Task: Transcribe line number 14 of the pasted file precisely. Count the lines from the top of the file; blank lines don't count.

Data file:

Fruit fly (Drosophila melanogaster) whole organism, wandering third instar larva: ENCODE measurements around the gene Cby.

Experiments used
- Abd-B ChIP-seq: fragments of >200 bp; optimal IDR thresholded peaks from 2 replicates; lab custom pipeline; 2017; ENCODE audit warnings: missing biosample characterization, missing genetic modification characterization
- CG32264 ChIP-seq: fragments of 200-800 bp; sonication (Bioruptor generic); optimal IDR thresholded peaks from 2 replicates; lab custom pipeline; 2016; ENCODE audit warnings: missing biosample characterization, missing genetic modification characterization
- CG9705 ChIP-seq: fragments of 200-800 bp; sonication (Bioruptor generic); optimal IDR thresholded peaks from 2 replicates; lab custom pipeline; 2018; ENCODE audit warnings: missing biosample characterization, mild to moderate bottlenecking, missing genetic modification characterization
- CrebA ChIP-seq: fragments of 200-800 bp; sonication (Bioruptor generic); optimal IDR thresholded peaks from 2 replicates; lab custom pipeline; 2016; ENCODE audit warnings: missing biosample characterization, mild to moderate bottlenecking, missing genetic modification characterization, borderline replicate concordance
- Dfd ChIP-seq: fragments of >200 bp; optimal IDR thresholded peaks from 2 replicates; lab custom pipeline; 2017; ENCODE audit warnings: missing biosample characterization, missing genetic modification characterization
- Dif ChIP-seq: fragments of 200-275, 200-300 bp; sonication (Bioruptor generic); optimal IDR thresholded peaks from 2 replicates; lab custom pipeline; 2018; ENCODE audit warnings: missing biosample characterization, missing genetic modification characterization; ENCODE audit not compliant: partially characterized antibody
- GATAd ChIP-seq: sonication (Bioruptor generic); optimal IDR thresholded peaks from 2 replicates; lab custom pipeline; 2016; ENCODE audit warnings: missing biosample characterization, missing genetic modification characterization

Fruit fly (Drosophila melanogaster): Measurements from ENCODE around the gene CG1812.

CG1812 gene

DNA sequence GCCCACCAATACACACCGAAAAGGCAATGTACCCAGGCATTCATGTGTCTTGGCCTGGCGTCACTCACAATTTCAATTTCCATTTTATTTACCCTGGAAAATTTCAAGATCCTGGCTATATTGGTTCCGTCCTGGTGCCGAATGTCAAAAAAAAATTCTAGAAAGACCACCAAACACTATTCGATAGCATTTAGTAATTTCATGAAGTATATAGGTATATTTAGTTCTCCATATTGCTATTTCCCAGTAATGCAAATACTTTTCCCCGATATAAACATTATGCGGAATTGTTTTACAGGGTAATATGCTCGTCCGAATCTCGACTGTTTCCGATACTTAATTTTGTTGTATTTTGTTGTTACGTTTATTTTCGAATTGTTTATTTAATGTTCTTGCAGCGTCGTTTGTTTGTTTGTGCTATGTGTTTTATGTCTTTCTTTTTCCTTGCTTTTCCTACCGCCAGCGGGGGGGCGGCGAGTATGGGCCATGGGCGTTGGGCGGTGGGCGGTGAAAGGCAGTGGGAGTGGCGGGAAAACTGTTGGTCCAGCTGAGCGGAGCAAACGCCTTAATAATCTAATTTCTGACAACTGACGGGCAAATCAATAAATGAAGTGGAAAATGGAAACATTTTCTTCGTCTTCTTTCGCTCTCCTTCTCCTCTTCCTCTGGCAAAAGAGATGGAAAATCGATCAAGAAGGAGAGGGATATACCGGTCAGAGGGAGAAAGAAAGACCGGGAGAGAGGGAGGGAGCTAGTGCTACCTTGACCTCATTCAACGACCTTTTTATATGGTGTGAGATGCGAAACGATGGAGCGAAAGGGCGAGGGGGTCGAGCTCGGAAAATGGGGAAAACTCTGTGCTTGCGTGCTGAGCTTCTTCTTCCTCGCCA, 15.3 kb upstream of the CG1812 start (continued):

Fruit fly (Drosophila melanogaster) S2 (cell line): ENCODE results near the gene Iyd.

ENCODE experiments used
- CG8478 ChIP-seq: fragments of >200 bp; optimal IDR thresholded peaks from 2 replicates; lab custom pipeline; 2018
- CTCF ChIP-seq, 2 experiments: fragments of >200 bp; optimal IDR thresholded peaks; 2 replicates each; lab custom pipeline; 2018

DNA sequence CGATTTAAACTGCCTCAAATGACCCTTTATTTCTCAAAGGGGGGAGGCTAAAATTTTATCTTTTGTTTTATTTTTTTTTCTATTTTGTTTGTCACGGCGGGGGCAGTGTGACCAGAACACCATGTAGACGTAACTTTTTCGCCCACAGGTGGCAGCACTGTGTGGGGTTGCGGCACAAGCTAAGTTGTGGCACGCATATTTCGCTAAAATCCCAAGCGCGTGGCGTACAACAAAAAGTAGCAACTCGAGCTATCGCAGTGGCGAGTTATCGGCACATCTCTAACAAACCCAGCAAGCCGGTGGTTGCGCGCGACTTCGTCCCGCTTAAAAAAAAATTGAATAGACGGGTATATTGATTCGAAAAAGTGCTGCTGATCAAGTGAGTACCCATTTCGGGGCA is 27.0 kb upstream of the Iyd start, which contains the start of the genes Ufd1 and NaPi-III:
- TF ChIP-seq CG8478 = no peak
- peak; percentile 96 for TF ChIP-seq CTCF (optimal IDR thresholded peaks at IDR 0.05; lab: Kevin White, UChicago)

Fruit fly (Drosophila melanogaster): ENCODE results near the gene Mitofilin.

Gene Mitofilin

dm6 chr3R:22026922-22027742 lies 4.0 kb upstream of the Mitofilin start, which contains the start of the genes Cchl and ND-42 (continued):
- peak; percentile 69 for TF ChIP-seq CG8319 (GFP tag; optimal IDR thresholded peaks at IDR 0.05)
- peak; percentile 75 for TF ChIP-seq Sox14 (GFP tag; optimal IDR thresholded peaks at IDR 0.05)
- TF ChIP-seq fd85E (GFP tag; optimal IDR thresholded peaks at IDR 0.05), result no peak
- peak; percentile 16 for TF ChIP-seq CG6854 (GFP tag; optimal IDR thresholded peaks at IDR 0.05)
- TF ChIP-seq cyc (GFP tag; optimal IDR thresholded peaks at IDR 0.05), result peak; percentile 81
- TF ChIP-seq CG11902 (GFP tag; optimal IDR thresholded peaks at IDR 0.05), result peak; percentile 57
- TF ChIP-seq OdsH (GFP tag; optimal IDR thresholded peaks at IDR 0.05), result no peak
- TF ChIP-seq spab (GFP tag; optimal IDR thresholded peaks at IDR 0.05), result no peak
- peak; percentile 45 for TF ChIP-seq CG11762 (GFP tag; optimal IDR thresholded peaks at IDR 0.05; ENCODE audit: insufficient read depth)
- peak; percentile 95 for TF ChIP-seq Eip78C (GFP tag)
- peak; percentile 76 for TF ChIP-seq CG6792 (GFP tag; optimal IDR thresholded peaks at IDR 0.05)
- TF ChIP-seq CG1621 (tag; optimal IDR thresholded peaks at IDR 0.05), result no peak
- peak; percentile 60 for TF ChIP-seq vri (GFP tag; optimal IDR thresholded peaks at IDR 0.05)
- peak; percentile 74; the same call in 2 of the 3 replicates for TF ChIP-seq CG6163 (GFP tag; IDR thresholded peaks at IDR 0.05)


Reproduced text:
ENCODE experiments used